Curacao

NETHERLANDS ANTILLES

CURACAO

ITS HISTORY

This strategic island is the largest of the Netherlands Antilles, with 383 square miles of land mass, and a population of over 140,000. It was one of the first Caribbean islands to be inhabited: The Amerindian Arawaks came across from South America about 4,500 years ago.

Alonso de Ojeda came here in 1499 and claimed it for Spain. Interesting story about the island’s name: many of Ojeda’s men came ashore gravely ill of scurvy, that bane of sailors in those pre-refrigeration days. Once on the island, citrus fruit cured the scurvy; in gratitude, the Spaniards dubbed the island “Corazon” (heart), hence Curacao.

The Dutch invaded the island in 1634, and have held it almost continuously since then. Willemstad, with its natural deep harbor, made it a natural as a slave depot. During centuries of slavery, close to half of all slaves being ferried across the Atlantic from Africa, stopped here.

Great forts such as Fort Amsterdam, Fort Riffort, Fort Nassau, Fort Beekenburg, and Fort Wankzaamheid made the island close to impregnable. During World War II the Allies used the island as a military base.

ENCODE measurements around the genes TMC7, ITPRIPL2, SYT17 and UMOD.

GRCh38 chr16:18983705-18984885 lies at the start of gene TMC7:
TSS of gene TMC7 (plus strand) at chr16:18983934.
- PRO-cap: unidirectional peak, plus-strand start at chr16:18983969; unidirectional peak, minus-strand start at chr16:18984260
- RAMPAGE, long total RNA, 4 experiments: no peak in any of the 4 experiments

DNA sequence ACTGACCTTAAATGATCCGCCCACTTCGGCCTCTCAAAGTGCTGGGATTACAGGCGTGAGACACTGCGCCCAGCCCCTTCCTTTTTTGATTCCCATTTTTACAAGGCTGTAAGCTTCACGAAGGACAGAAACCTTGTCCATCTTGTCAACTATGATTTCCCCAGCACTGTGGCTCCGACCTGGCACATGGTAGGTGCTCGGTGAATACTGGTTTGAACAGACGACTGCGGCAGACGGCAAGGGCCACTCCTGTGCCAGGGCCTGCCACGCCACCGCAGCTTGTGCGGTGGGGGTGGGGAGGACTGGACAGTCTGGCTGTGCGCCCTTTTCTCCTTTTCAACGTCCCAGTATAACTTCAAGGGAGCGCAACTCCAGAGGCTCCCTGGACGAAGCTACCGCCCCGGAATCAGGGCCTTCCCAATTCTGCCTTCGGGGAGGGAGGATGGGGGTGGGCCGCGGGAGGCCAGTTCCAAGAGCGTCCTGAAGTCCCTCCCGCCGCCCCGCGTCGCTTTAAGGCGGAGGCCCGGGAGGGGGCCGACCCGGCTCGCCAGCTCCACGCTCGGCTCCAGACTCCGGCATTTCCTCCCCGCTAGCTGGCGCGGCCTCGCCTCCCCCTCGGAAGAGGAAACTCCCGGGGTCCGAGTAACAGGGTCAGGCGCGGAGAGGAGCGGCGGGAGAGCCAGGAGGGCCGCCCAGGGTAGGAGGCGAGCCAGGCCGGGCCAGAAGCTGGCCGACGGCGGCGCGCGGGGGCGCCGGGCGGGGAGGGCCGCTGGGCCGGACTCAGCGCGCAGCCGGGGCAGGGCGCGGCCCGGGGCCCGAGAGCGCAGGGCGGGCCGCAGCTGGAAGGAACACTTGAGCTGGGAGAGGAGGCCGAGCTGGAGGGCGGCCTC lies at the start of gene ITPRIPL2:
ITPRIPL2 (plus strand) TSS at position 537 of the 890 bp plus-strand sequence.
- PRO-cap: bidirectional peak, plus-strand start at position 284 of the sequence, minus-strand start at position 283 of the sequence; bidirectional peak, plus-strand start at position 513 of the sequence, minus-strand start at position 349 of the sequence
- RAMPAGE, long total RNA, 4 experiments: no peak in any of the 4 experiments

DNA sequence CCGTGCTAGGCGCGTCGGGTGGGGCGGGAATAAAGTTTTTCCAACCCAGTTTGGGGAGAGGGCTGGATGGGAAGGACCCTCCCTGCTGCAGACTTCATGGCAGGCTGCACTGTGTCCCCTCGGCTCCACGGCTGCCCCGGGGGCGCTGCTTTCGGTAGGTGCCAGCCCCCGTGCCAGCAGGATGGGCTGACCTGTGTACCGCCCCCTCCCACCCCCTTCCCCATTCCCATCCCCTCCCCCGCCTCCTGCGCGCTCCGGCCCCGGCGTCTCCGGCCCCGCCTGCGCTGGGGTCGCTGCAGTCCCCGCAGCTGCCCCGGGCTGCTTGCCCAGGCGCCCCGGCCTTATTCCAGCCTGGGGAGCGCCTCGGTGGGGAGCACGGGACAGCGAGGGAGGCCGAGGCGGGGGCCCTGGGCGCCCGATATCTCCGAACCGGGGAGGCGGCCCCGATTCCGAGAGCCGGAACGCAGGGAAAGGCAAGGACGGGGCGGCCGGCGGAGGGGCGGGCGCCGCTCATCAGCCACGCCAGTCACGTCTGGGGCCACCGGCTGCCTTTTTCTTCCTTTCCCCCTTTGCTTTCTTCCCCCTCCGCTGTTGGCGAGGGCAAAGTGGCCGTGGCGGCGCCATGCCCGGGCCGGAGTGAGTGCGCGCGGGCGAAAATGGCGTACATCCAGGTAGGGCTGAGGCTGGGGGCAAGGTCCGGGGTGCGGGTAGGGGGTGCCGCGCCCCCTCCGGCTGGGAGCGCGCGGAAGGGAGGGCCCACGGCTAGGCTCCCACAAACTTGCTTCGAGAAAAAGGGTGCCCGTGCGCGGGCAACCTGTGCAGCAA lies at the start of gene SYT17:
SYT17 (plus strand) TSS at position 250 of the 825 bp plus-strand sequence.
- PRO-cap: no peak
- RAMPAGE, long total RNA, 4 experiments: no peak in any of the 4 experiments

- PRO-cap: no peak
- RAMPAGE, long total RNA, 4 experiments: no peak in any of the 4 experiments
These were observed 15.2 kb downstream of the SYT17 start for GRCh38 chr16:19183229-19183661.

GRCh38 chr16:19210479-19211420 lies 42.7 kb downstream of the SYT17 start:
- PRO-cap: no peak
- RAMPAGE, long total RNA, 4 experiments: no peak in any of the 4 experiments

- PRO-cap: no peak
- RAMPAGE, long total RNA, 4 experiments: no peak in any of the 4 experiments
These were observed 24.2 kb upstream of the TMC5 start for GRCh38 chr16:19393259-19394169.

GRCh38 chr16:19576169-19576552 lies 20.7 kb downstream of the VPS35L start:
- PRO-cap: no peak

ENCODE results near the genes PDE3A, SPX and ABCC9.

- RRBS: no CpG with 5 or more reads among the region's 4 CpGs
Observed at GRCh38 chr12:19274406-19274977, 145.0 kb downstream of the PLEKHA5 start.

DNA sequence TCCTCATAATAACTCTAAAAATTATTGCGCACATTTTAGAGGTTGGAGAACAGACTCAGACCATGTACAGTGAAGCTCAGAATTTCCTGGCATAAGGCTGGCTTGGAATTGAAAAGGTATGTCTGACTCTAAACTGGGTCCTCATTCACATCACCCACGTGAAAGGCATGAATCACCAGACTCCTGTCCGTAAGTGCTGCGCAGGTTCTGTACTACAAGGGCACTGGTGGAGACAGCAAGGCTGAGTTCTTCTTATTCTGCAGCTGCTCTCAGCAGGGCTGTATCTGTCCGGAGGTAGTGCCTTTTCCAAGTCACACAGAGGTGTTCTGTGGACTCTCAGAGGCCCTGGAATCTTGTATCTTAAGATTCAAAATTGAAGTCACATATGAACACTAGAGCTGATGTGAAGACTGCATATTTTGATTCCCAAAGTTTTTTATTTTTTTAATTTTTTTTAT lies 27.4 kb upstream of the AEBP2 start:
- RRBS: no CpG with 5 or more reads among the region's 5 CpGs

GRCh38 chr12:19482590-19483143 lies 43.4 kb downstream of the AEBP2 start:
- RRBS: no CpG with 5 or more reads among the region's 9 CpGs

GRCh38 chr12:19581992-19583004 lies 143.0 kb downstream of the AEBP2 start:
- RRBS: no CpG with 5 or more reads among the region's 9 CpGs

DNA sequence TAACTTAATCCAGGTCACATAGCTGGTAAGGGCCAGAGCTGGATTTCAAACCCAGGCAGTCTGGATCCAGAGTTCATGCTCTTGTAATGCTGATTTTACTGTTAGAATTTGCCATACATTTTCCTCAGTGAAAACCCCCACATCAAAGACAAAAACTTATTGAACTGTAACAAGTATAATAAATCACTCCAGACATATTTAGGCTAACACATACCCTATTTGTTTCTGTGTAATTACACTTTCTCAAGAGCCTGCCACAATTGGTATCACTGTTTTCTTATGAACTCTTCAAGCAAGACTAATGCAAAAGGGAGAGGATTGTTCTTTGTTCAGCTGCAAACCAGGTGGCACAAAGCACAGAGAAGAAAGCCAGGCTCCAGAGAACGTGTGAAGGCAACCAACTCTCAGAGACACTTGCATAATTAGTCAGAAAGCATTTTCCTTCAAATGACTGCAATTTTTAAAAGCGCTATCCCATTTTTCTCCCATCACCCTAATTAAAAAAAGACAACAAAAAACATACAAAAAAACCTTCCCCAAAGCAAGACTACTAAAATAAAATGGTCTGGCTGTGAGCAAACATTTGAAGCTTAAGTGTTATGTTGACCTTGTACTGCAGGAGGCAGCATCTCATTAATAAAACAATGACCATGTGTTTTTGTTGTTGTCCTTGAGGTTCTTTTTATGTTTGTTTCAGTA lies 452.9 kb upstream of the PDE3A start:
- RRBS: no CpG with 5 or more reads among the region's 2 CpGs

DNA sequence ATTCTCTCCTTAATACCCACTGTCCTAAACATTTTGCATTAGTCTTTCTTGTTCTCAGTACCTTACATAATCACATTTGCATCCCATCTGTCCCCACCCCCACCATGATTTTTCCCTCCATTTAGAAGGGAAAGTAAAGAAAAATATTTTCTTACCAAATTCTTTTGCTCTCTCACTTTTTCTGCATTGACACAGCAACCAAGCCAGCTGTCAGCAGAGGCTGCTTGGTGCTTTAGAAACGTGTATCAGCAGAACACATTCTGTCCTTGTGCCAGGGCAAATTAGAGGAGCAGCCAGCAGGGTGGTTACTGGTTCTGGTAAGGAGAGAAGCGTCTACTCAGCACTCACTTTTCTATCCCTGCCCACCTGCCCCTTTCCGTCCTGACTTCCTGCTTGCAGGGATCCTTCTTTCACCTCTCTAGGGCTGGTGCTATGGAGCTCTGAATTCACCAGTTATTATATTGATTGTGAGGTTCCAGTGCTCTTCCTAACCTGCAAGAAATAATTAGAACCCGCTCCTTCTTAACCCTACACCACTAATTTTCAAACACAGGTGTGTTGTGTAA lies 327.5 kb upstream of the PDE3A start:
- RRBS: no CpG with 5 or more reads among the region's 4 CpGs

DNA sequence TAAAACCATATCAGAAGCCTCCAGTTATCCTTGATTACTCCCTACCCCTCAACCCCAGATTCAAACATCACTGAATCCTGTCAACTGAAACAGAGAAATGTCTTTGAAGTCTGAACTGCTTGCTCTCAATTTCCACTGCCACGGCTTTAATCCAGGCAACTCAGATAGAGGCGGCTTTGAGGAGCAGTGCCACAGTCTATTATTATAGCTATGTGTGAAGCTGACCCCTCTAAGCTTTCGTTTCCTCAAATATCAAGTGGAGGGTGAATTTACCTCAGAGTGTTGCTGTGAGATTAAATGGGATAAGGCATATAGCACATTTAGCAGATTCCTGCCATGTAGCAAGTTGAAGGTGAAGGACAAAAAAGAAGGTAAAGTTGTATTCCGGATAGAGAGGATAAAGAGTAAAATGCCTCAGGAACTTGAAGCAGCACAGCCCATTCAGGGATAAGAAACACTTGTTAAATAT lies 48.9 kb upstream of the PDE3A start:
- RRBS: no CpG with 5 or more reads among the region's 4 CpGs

Capitol City of Willemstad

Shell Oil came here in 1915 to begin the oil era.

Other than the slave period, which came to an end in 1863 when King William III abolished slavery in all Dutch possessions. Curacao has always been known for its tolerance of all, religions as well as races. In fact, the oldest Jewish synagogue in the Western Hemisphere, the Mikvé Israel-Emanuel Synagogue was constructed here in 1651. Over fifty different nationalities peacefully coexist here.